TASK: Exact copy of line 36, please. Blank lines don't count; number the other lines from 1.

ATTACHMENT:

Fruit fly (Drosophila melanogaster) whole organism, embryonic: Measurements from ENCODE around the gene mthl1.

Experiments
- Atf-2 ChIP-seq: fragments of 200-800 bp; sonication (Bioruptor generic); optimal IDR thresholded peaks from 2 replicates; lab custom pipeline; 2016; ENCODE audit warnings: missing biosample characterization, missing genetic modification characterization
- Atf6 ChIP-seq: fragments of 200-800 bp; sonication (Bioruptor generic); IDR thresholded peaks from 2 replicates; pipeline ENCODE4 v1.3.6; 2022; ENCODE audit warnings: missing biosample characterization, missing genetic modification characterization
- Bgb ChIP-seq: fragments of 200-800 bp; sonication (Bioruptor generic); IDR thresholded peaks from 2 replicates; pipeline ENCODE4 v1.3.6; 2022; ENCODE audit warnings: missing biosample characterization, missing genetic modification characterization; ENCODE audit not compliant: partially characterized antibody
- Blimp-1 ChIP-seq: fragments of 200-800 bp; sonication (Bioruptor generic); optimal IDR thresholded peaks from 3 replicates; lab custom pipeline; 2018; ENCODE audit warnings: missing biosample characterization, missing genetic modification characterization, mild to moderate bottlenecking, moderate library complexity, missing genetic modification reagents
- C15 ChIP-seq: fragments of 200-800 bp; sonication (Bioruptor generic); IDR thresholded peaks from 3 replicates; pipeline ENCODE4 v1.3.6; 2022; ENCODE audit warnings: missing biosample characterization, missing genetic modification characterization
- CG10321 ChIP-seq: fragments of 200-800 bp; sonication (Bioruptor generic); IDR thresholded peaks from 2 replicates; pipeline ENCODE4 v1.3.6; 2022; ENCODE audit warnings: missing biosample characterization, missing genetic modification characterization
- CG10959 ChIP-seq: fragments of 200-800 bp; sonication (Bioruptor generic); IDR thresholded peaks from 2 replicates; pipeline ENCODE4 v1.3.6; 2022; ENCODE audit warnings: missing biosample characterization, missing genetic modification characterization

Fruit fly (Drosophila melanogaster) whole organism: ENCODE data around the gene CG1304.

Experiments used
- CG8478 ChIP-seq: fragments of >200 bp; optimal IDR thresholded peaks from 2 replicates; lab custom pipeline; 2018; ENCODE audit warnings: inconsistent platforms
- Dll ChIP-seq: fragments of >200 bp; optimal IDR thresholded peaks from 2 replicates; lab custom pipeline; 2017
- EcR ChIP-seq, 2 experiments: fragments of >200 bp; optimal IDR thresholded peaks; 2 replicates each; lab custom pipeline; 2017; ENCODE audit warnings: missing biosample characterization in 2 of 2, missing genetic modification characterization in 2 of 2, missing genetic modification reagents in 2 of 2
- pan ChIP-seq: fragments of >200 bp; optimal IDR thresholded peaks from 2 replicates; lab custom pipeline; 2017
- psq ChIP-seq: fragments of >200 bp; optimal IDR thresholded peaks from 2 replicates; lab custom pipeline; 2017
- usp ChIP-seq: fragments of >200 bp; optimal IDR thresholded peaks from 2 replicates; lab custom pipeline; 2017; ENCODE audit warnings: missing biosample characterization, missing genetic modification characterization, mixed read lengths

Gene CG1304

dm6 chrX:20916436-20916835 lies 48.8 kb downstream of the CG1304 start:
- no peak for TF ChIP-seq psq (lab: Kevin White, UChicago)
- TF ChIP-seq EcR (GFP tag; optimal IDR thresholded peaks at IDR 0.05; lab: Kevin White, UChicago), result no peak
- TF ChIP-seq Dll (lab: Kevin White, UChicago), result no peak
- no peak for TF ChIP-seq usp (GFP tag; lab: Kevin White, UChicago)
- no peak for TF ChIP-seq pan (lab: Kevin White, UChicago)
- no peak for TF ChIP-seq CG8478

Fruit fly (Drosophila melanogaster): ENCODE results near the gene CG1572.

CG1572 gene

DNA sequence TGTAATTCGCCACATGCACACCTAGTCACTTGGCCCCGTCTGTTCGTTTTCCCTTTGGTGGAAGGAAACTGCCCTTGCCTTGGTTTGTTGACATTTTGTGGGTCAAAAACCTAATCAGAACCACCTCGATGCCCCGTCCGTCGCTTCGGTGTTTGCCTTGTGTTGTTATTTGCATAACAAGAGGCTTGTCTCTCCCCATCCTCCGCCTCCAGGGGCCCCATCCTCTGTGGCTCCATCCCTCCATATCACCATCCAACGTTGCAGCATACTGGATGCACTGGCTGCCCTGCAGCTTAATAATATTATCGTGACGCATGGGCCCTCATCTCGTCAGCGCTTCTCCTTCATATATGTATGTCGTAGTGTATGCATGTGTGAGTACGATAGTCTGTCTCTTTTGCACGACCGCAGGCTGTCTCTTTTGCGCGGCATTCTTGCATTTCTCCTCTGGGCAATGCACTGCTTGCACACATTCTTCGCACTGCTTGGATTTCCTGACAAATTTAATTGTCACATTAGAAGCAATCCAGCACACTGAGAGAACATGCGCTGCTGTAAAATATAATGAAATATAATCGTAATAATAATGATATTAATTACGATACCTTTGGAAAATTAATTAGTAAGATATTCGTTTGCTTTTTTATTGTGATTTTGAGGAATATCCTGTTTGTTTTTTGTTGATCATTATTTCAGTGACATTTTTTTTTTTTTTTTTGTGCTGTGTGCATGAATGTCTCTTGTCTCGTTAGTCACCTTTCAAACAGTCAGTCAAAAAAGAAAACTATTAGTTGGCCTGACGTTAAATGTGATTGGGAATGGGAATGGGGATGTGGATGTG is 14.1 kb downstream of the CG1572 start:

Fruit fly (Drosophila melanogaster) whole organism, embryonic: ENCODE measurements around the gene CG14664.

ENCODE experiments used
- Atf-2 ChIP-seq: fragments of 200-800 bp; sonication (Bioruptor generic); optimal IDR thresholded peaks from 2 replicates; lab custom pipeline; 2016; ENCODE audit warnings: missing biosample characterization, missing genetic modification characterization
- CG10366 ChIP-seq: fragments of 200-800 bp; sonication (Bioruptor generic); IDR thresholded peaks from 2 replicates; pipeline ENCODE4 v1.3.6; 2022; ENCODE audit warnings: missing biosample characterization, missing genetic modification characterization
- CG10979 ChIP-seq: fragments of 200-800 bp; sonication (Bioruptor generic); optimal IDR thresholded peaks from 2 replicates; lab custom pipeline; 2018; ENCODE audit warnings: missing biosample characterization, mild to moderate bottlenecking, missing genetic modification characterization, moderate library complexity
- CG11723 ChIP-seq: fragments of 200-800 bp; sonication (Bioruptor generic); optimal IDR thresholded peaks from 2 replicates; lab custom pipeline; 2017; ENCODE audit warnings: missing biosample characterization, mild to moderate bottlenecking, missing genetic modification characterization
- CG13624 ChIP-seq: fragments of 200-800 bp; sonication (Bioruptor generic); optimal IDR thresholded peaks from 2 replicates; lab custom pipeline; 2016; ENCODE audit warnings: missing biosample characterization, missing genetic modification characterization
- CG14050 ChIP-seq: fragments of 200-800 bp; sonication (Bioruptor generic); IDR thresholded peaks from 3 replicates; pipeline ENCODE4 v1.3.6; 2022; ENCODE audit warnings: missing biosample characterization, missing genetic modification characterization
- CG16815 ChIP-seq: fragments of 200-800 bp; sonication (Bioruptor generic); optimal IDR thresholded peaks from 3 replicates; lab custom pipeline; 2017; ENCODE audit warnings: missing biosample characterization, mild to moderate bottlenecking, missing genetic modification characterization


- CG14050 ChIP-seq: fragments of 200-800 bp; sonication (Bioruptor generic); IDR thresholded peaks from 3 replicates; pipeline ENCODE4 v1.3.6; 2022; ENCODE audit warnings: missing biosample characterization, missing genetic modification characterization